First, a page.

Not to detract from the other very fine answers, but I suspect that there are variables you could modify. For instance, if the composition of the core were different to the Earth's then you might have a sufficient magnetic field and increased density. This might allow a smaller planet to retain atmosphere and have a similar surface gravity to Earth.
For the sake of argument, let's say that the planet is half the size of the Earth but the other factors are broadly similar - the atmosphere, gravity, temperatures, length of day, etc.
The question then is whether the reduced space alone would result in evolutionary selection pressure towards smaller creatures.
Personally I think that it's unlikely. Smaller populations, maybe. But I don't see any particular impediment to 'normal' (Earth-normal that is) sized creatures being the norm. The balance we have reached seems more to do with the direct factors: gravity, atmosphere, temperature, etc. Indirect factors like room to expand and so on would seem to be more likely to result in smaller populations or reduced diversity than to produce smaller individuals.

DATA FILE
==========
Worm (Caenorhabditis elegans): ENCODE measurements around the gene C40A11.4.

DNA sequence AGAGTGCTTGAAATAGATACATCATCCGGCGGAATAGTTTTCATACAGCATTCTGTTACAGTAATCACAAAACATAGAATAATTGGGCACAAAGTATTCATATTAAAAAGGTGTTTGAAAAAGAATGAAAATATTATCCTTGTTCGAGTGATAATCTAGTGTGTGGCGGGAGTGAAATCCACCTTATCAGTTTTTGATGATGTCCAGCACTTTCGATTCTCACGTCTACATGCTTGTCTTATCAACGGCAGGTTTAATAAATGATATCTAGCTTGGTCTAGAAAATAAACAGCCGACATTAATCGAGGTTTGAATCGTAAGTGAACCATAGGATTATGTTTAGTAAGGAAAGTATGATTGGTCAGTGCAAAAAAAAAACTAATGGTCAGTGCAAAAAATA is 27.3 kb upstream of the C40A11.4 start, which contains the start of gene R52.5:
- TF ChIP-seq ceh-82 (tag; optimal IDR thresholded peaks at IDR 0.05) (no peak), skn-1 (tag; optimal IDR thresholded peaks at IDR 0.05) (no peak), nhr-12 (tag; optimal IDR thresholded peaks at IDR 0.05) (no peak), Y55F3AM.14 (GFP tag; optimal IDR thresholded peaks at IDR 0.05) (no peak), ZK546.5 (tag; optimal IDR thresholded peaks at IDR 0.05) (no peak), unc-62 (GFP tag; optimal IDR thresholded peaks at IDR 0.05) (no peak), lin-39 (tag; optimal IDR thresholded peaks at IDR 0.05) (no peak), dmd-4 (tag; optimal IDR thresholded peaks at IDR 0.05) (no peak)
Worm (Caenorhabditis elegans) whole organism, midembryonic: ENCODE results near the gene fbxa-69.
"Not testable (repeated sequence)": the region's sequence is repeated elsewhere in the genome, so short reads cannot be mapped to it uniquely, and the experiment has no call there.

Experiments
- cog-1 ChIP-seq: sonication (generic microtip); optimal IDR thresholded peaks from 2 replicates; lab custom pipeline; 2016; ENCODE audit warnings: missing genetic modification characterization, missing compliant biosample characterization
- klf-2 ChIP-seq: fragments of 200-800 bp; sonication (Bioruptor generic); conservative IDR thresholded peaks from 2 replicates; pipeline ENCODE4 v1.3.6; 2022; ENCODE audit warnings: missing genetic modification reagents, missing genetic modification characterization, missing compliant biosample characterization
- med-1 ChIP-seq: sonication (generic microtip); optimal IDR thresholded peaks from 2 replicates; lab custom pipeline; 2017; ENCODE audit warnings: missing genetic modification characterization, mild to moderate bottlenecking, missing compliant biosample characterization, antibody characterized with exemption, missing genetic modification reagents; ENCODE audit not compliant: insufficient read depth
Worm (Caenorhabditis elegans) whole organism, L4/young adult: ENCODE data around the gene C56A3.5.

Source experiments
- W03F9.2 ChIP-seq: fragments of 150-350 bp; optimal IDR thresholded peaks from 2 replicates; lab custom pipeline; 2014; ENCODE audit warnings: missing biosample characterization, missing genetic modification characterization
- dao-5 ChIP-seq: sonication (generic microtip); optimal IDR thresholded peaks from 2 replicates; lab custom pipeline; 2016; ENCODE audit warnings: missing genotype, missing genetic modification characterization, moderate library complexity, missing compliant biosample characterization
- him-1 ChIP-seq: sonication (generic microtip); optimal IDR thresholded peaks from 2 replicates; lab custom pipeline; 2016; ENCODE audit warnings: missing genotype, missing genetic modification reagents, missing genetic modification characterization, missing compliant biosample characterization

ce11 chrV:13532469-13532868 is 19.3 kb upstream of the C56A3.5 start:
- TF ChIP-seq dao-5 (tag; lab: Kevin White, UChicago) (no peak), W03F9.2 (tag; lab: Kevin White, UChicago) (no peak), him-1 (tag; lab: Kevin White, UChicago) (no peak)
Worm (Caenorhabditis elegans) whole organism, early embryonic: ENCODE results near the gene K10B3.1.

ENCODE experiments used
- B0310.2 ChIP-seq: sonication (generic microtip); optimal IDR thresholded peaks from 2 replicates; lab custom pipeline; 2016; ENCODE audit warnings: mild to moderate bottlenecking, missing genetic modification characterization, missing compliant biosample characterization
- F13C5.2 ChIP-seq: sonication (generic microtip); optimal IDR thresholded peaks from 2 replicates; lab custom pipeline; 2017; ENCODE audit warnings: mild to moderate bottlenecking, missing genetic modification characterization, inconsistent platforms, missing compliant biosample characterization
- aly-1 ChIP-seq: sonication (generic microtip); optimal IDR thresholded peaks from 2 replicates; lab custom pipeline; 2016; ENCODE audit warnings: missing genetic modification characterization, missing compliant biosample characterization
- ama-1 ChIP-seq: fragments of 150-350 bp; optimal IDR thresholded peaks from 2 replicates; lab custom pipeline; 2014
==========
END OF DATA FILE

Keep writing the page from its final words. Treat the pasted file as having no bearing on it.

If you were to find a rock like this, Terraform it, populate it with an Earth-native ecosystem and let it develop independently for a few hundred thousand years and things probably wouldn't change all that much more than on a world more like Earth in size. Maybe a little less, given the reduced opportunity for geographic isolation.